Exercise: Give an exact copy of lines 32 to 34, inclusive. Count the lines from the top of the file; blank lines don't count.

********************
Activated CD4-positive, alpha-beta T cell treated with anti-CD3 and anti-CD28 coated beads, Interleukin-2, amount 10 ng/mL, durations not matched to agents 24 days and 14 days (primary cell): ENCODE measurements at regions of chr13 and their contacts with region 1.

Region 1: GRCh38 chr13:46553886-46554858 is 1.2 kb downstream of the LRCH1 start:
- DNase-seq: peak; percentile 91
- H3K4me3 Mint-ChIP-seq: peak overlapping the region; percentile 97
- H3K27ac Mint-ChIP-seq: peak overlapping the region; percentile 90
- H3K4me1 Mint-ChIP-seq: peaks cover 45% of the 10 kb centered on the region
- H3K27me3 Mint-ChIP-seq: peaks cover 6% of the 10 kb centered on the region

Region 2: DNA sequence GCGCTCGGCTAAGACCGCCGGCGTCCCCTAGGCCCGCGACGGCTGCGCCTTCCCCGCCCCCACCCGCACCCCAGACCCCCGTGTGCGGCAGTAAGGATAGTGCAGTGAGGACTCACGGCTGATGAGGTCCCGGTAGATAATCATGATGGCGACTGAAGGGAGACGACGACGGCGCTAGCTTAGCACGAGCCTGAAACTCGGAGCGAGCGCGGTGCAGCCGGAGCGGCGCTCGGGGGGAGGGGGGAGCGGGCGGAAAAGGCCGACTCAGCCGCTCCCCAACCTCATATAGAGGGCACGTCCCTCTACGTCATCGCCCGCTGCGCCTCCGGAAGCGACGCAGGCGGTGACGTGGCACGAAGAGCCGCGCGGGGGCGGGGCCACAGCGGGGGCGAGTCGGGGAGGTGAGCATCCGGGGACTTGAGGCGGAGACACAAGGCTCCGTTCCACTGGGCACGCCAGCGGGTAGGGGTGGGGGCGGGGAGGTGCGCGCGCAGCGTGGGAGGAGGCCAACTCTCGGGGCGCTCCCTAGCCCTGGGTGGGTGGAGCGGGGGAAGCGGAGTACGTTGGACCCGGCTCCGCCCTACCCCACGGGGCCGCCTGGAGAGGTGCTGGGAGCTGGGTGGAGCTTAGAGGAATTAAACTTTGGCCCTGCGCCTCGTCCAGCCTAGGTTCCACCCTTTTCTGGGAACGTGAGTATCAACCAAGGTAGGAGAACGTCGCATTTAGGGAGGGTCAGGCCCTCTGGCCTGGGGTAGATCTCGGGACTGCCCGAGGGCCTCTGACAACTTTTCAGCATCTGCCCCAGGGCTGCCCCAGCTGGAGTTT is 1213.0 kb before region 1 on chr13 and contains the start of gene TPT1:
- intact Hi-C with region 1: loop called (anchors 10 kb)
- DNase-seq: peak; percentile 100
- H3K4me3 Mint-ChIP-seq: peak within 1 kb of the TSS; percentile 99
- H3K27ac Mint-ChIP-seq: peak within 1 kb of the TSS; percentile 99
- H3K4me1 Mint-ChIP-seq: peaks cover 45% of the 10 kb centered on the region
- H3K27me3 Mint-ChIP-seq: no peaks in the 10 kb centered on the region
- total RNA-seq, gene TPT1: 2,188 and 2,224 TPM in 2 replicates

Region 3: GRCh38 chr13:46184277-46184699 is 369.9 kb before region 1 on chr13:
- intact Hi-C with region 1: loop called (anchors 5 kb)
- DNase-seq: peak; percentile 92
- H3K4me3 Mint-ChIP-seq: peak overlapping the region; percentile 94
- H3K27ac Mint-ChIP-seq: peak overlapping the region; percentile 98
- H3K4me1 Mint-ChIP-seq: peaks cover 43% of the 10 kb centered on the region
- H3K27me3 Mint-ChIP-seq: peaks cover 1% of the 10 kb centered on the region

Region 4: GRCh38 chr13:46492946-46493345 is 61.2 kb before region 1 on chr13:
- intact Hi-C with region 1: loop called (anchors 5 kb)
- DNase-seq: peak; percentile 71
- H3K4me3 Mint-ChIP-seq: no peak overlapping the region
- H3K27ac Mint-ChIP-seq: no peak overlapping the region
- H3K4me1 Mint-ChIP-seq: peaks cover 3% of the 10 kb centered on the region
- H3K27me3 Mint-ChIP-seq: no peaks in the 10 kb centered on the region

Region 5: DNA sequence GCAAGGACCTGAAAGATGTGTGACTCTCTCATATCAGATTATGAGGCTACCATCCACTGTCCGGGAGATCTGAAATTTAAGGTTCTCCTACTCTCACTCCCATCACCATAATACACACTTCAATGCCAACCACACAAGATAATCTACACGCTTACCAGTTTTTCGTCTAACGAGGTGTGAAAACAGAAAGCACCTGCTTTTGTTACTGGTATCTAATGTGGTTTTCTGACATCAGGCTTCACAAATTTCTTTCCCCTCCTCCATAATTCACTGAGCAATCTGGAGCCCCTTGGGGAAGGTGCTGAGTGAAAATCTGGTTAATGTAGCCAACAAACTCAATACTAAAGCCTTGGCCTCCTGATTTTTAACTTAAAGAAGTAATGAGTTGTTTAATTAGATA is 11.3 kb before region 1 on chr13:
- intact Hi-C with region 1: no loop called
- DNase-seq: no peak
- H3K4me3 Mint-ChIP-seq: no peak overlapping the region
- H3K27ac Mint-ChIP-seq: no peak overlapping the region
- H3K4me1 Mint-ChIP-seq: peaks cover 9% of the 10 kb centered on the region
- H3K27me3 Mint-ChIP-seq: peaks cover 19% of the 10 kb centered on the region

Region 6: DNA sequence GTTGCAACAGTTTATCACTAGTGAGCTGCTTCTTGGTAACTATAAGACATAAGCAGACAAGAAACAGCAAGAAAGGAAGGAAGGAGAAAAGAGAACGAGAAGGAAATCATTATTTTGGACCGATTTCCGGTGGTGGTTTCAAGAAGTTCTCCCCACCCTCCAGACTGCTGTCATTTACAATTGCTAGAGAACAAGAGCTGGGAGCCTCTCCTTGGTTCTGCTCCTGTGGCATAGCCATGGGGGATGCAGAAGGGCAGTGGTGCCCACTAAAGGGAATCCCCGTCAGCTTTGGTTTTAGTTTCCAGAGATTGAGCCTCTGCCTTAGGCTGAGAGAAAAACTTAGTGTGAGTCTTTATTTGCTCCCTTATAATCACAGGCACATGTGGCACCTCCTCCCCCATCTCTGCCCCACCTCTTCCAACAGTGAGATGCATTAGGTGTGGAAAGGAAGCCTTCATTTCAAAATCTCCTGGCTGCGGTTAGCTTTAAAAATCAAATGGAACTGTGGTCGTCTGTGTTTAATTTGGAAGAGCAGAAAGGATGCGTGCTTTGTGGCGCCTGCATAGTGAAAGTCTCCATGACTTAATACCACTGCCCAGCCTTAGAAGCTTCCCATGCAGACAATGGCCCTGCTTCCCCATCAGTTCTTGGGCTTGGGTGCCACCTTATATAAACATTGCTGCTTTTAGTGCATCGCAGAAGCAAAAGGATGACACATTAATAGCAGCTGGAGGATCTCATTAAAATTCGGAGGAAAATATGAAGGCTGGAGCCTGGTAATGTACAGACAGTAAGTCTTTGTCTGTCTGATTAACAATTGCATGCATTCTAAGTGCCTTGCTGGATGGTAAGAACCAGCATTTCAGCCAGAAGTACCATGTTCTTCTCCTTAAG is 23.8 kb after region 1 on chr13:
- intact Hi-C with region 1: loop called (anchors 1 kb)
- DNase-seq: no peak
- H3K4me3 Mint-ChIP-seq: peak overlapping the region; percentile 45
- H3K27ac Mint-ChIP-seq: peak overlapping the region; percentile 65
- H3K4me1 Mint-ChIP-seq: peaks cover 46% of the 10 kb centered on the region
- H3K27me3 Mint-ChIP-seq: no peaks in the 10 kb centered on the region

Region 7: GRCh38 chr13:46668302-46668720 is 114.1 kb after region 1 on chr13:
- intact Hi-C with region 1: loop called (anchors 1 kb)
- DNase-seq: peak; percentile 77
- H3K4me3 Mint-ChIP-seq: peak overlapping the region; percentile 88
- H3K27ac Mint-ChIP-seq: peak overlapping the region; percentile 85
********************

- DNase-seq: no peak
- H3K4me3 Mint-ChIP-seq: no peak overlapping the region
- H3K27ac Mint-ChIP-seq: no peak overlapping the region